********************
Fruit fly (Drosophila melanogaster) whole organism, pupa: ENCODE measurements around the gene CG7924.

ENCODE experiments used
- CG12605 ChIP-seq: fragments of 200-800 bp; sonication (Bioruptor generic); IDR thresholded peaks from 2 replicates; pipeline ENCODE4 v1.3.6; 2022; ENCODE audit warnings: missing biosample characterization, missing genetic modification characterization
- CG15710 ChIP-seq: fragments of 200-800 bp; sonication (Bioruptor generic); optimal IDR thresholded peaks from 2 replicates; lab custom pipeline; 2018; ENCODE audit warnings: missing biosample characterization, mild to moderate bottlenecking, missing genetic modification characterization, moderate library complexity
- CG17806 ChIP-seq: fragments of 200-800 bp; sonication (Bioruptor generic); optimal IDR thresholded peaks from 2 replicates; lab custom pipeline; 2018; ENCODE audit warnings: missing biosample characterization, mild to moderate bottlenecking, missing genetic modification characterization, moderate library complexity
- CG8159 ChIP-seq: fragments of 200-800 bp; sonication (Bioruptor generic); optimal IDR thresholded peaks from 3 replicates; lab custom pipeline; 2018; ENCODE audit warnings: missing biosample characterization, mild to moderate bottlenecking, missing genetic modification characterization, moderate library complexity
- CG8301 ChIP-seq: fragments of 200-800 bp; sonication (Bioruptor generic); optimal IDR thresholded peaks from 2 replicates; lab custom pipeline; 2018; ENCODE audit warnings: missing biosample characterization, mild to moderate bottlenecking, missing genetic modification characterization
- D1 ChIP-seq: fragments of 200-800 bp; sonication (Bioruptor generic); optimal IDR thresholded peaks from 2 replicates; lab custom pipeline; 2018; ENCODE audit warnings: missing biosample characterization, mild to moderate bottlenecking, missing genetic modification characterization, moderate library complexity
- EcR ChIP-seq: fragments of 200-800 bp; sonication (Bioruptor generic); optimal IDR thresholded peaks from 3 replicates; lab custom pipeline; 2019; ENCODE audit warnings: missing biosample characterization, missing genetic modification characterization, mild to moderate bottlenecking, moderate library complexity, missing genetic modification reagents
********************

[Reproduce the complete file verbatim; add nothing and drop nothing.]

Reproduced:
Fruit fly (Drosophila melanogaster) whole organism, pupa: ENCODE measurements around the gene CG7924.

ENCODE experiments used
- CG12605 ChIP-seq: fragments of 200-800 bp; sonication (Bioruptor generic); IDR thresholded peaks from 2 replicates; pipeline ENCODE4 v1.3.6; 2022; ENCODE audit warnings: missing biosample characterization, missing genetic modification characterization
- CG15710 ChIP-seq: fragments of 200-800 bp; sonication (Bioruptor generic); optimal IDR thresholded peaks from 2 replicates; lab custom pipeline; 2018; ENCODE audit warnings: missing biosample characterization, mild to moderate bottlenecking, missing genetic modification characterization, moderate library complexity
- CG17806 ChIP-seq: fragments of 200-800 bp; sonication (Bioruptor generic); optimal IDR thresholded peaks from 2 replicates; lab custom pipeline; 2018; ENCODE audit warnings: missing biosample characterization, mild to moderate bottlenecking, missing genetic modification characterization, moderate library complexity
- CG8159 ChIP-seq: fragments of 200-800 bp; sonication (Bioruptor generic); optimal IDR thresholded peaks from 3 replicates; lab custom pipeline; 2018; ENCODE audit warnings: missing biosample characterization, mild to moderate bottlenecking, missing genetic modification characterization, moderate library complexity
- CG8301 ChIP-seq: fragments of 200-800 bp; sonication (Bioruptor generic); optimal IDR thresholded peaks from 2 replicates; lab custom pipeline; 2018; ENCODE audit warnings: missing biosample characterization, mild to moderate bottlenecking, missing genetic modification characterization
- D1 ChIP-seq: fragments of 200-800 bp; sonication (Bioruptor generic); optimal IDR thresholded peaks from 2 replicates; lab custom pipeline; 2018; ENCODE audit warnings: missing biosample characterization, mild to moderate bottlenecking, missing genetic modification characterization, moderate library complexity
- EcR ChIP-seq: fragments of 200-800 bp; sonication (Bioruptor generic); optimal IDR thresholded peaks from 3 replicates; lab custom pipeline; 2019; ENCODE audit warnings: missing biosample characterization, missing genetic modification characterization, mild to moderate bottlenecking, moderate library complexity, missing genetic modification reagents